When Hamlet moaned, "to be or not to be, that is the question," he wasn't
actually reflecting on the dark thoughts of many overworked editors. But
writers frequently use the verb "to be" more often than they should.
Part of the problem with "to be" is that it gives the reader no visual
image. If I write the word "cat" or "dog," for example, you'll likely
imagine a very specific cat or dog, with an image in your mind's eye. But
if I say "is," what do you see? Likely, nothing.
To address overuse of "to be," I've heard stories of writing teachers who
issued assignments in which they forbade students to use any form of the
verb "to be" or lose marks. To me, this seems too harsh. Also, it can lead
to misunderstandings. When "to be" stands alongside an -ing word, it's
called a "helping verb" and it displays progressive action. The sentence "I
am running," for example, conveys a different meaning from the sentence, I run.
Still, it's always worthwhile to examine your writing to see if you can
remove any instances of the verb "to be" and make your text more visually
interesting to your readers. Here are seven tips:
1. Eliminate (or at least, reduce) the passive.
In the passive voice, the "actor" of the sentence is hidden. A classic
example? "Mistakes were made." (That one came from the lips of
Ronald Reagan in response to the Iran Contra affair.) In English, we make the passive by putting the verb "to be" into
whatever tense we need and then adding the past participle:
Mistakes were made. The flute was played.
The data were entered.
the passive makes sense
(but that's not the topic for today's column.) If you want to eliminate the
verb "to be," however, turn those passive sentences into active ones: "The
government made some mistakes. Daphne played the flute. Researchers entered
the data." If you have difficulty identifying the passive, run your text
first. It helpfully marks passive sentences in green.
2. Change an adjective to a verb.
Consider the sentence, "He was angry." Plain and straightforward, to be
sure, but you can make it richer and more informative by changing it
to: "The organization's hopelessly inept customer service angered him."
Not only does it get rid of the boring "to be," it also tells you a
whole lot more.
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3. Combine sentences.
If your text can afford a few longer sentences, see if you can combine
some to eliminate "to be." For example: "The ineffective stage manager
is unhappy. He leaves the theatre, disappointed, even though the show
received a standing ovation." Here's how to combine them: "The
ineffective stage manager leaves for home, disappointed, despite having
received a standing ovation."
4. Target words ending in
-tion and -ment. The French language has allowed us to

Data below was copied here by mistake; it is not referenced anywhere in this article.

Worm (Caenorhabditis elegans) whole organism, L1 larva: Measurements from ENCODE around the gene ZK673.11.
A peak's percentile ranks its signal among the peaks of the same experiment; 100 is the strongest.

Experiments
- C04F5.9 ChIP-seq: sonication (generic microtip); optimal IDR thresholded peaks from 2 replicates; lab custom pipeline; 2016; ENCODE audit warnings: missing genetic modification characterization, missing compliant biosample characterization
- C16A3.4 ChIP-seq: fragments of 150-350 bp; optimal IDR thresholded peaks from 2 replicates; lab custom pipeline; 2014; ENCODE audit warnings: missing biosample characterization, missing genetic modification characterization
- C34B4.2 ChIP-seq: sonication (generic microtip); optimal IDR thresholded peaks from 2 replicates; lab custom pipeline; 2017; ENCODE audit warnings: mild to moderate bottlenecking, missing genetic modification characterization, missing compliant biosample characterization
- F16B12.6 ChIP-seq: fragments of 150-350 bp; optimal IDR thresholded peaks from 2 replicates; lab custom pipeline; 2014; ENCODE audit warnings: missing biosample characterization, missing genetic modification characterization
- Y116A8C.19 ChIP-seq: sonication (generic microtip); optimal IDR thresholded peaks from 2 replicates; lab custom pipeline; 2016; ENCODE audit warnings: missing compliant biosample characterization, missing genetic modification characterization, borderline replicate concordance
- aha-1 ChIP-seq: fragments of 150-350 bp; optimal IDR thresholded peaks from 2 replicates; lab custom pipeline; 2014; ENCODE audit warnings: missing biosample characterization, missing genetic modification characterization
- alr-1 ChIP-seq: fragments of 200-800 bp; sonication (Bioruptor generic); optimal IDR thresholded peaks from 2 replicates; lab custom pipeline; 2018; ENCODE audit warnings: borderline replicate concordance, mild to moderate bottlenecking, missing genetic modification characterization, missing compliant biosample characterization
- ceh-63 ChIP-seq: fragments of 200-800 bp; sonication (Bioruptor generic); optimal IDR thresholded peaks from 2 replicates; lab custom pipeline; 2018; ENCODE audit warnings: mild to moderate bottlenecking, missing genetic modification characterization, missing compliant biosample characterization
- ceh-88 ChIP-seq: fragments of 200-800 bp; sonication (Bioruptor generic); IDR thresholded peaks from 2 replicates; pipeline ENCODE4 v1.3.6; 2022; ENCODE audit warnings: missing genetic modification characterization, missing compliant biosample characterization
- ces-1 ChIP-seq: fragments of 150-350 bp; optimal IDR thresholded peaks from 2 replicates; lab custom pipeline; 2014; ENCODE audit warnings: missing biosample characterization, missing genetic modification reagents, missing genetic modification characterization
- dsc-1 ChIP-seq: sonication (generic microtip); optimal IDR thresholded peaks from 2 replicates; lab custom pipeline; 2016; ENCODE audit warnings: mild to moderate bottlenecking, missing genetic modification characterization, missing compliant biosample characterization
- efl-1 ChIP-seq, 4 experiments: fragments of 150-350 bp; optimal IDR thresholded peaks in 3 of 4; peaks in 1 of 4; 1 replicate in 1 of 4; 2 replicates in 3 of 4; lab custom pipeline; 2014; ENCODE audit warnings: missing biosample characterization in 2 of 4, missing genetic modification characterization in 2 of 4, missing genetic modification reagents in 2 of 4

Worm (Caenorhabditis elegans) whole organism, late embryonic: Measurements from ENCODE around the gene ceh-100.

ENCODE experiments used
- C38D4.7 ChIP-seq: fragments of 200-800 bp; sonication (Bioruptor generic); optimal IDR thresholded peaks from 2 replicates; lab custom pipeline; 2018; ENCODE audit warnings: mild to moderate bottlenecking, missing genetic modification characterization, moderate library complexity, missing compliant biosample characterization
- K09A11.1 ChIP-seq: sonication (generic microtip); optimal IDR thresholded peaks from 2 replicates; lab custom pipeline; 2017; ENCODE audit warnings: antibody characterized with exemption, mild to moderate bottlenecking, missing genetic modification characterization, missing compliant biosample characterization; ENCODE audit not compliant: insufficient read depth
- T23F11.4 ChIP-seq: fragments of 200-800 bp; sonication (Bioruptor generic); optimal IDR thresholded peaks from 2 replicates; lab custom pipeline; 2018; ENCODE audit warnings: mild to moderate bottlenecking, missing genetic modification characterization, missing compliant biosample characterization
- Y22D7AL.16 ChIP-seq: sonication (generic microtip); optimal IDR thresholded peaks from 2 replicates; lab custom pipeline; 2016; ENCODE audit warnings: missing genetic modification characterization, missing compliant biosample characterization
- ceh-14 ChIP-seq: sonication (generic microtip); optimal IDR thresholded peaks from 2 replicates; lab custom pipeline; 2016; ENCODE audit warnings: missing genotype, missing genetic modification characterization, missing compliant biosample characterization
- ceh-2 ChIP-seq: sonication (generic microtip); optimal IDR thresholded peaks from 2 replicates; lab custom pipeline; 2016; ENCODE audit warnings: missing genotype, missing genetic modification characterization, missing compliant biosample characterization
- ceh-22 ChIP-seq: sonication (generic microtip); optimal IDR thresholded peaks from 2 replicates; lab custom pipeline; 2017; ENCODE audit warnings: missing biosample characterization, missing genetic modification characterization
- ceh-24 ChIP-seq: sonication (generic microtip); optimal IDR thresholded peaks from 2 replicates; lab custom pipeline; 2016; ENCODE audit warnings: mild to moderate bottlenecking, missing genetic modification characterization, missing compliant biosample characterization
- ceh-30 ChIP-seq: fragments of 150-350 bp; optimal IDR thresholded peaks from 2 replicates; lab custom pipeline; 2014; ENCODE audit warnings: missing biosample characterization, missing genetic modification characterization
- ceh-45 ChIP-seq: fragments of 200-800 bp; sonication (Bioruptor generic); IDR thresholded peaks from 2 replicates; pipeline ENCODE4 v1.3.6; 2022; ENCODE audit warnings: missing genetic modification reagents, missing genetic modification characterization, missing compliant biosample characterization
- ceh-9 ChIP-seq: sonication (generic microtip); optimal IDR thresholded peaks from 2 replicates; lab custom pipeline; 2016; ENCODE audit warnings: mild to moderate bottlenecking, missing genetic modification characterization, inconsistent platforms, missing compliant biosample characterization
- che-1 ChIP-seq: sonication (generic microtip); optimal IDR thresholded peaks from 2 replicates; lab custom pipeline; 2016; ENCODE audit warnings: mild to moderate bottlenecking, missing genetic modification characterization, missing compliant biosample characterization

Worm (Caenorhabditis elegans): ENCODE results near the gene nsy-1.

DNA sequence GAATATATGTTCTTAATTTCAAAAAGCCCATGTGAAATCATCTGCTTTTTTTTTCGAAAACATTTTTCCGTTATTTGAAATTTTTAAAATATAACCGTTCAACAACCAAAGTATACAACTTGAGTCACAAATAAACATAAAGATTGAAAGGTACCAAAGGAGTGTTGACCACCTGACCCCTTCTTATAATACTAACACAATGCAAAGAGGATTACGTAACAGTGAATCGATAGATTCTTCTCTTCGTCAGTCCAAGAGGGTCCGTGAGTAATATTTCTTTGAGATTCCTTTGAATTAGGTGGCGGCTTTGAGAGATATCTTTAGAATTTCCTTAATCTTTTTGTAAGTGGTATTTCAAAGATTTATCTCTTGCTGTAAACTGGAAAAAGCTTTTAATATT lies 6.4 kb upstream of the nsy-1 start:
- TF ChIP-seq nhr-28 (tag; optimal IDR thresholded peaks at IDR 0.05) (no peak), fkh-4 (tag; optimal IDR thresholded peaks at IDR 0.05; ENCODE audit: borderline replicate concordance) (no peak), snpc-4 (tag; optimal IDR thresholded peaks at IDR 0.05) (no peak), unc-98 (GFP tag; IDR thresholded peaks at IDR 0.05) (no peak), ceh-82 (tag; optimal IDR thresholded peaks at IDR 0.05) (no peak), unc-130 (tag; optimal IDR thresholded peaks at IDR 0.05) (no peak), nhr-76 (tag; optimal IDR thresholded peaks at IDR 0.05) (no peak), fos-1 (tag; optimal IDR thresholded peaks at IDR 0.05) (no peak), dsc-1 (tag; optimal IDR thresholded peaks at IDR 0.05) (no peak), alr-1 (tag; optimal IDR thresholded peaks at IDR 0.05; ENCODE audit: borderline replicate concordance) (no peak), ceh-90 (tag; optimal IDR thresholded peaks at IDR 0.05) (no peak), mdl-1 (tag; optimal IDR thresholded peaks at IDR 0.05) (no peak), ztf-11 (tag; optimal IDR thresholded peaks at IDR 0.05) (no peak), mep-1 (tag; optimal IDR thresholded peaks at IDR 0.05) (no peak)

turn many verbs into nouns. Consider: organization (organize),
investigation (investigate), accomplishment (accomplish.) But using
these words usually forces us to begin the sentence with thoroughly
tedious phrases such as "There is" or "It is." I like to use my search
key (command + F) and look for -tion and -ment and then replace them
with the original verb. Here's an example: "There was an investigation
into the cause of the accident." I would rewrite that to: "Police
investigated the cause of the accident." (Note that the original
sentence was also passive, so you might have caught it that way first.)
5. Turn subordinate clauses into main clauses.
Sometimes writers use way more words than they need. Consider the
sentence, "What she wanted was a flashy new pair of stilettos." Rewrite
it as: "She wanted a flashy new pair of stilettos." Or, better, "She
lusted after a flashy new pair of stilettos." The phrase "what she
wanted" is like Styrofoam packaging with an environmental cost.
6. Treat your adjectives as metaphors.
If you've provided some visual detail in your sentence—i.e.: "The sky
was a sparkling blue canvas overlooking the year-end school
picnic"—turn the adjective into a metaphor: "The sky, a sparkling blue
canvas, overlooked the year-end school picnic."
7. Substitute another verb.
I found a list of substitutes on the
Speak And Write website. To get started, here are some of the ones they suggest for "to be":
abide, act, arise, compare, conjure, connote, continue, disclose,
divulge, emulate, endure, exhibit, exist, follow, imply, inhabit, live,
mark, mirror, occur, persist, propose, reflect, remain, represent,
survive and symbolize.
If you overuse the verb "to be," consider printing out this column and
thumbtacking it to a bulletin board near your computer.
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